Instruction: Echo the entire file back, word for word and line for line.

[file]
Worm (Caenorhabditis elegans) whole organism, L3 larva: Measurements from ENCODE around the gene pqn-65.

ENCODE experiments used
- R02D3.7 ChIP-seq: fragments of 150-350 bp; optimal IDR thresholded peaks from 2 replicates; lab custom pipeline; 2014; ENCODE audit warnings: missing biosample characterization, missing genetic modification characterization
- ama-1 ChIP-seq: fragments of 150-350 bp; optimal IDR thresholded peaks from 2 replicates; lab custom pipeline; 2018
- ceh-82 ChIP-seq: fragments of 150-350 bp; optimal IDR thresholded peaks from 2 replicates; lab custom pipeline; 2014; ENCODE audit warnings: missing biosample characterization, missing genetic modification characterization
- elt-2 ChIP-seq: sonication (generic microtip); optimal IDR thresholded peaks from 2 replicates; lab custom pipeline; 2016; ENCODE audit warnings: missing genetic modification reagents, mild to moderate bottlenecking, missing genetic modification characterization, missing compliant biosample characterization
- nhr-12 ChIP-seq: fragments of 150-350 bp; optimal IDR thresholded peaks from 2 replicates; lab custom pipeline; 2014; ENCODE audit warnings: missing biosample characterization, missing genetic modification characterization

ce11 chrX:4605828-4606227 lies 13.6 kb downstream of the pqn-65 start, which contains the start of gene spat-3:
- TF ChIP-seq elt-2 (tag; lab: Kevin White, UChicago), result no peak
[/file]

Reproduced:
Worm (Caenorhabditis elegans) whole organism, L3 larva: Measurements from ENCODE around the gene pqn-65.

ENCODE experiments used
- R02D3.7 ChIP-seq: fragments of 150-350 bp; optimal IDR thresholded peaks from 2 replicates; lab custom pipeline; 2014; ENCODE audit warnings: missing biosample characterization, missing genetic modification characterization
- ama-1 ChIP-seq: fragments of 150-350 bp; optimal IDR thresholded peaks from 2 replicates; lab custom pipeline; 2018
- ceh-82 ChIP-seq: fragments of 150-350 bp; optimal IDR thresholded peaks from 2 replicates; lab custom pipeline; 2014; ENCODE audit warnings: missing biosample characterization, missing genetic modification characterization
- elt-2 ChIP-seq: sonication (generic microtip); optimal IDR thresholded peaks from 2 replicates; lab custom pipeline; 2016; ENCODE audit warnings: missing genetic modification reagents, mild to moderate bottlenecking, missing genetic modification characterization, missing compliant biosample characterization
- nhr-12 ChIP-seq: fragments of 150-350 bp; optimal IDR thresholded peaks from 2 replicates; lab custom pipeline; 2014; ENCODE audit warnings: missing biosample characterization, missing genetic modification characterization

ce11 chrX:4605828-4606227 lies 13.6 kb downstream of the pqn-65 start, which contains the start of gene spat-3:
- TF ChIP-seq elt-2 (tag; lab: Kevin White, UChicago), result no peak